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Be careful, this store is likely to clash with fast fashion
Be careful, this store is likely to clash with fast fashion
Be careful, this store is likely to clash with fast fashion

The flax industry in France: from the sown plant to the finished product

This year again, we went to meet the players in organic linen and hemp, and yes, it was the eighth meeting of the organic linen and hemp textile sectors. For...

This year again, we went to meet the players in organic linen and hemp, and yes, it was the eighth meeting of the organic linen and hemp textile sectors. For us, it is always a day of inspiration with actors of change who are revolutionizing agriculture and have a precise vision of what textiles should be tomorrow: reasoned, local and eco-responsible.

Aside - We still have to remember where we come from. For centuries, in France and Europe, the only fiber used was linen and hemp. Cotton is an error in history, an error which allowed slavery to exist and which was the first stone of globalization.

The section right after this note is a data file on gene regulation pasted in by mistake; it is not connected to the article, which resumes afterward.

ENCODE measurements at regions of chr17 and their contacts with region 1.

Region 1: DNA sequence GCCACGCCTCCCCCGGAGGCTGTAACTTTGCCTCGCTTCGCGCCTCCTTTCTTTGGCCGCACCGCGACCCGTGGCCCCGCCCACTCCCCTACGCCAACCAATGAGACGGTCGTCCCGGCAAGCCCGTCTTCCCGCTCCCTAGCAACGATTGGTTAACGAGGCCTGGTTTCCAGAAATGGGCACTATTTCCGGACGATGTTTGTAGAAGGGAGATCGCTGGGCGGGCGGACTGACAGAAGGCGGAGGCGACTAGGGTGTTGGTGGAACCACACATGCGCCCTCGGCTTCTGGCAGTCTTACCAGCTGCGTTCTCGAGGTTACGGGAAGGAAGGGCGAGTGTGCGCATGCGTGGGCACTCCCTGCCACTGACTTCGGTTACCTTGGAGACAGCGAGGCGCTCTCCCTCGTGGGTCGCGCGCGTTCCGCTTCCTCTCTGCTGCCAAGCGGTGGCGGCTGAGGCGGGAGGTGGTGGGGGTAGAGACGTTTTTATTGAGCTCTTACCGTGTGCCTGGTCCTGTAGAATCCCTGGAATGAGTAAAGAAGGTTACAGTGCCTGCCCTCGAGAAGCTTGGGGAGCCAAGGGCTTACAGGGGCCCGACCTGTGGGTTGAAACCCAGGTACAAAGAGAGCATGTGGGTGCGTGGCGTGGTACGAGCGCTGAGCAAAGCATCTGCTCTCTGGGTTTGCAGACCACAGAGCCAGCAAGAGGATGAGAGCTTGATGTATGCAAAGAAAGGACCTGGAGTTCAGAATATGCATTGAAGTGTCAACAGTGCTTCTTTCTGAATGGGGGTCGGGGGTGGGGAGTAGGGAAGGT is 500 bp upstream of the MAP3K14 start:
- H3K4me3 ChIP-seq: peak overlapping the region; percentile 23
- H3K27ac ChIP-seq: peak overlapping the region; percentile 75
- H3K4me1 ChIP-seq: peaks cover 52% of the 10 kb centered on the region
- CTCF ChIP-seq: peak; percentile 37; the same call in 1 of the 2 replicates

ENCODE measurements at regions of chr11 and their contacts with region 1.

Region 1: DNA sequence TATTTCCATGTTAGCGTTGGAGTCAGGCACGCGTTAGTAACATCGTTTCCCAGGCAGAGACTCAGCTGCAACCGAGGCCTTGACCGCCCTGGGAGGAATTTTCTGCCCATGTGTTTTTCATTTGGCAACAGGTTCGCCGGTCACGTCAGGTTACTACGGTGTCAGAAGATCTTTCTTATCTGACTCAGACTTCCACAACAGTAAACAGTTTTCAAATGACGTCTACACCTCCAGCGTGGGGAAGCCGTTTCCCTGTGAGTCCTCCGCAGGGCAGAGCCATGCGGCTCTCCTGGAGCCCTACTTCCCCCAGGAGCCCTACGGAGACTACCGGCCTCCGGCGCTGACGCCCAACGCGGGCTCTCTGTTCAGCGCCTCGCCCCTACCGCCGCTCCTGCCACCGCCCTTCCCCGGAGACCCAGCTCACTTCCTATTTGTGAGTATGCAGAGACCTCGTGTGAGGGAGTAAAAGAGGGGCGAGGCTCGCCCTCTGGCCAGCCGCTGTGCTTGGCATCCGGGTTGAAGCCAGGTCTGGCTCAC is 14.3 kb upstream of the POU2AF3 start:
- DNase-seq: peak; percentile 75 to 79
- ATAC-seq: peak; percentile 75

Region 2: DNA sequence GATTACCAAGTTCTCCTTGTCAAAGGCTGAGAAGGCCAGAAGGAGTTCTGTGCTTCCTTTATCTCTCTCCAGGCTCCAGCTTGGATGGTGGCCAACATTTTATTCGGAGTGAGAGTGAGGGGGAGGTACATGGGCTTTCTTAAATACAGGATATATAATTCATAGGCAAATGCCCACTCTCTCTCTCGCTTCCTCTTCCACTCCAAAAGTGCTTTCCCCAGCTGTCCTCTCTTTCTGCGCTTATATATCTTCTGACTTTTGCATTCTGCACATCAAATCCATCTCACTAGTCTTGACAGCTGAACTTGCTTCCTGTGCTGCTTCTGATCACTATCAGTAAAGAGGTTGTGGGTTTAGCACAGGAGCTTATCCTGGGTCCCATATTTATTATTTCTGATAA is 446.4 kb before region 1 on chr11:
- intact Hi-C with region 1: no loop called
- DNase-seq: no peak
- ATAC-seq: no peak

In 2022, wouldn't it be time to go back to basics? -

This year it is in Avelin, a small village 15 kilometers from Lille. Warm welcome on the farm, in the middle of organic flax and hemp fields.

The program addresses the stages of linen with its conference “au fil du lin organic”, the state of play of hemp in France in 2022 and its progress, discovery of the showroom and the brands involved in the association and visit to the new spinning mill Safilin in Béthune.

Come on, let’s give you a little recap of the “organic linen thread” conference and we’ll quickly introduce you to each of the stages of linen!

We will recall 2 figures: 160,000 hectares of flax in France which constitutes almost 80% of world flax production.

It may seem so simple, but each link is essential, each step is essential and requires the best know-how. Getting started with organic linen is a real human challenge and can only be carried out by a few die-hards who show the way to what tomorrow should be.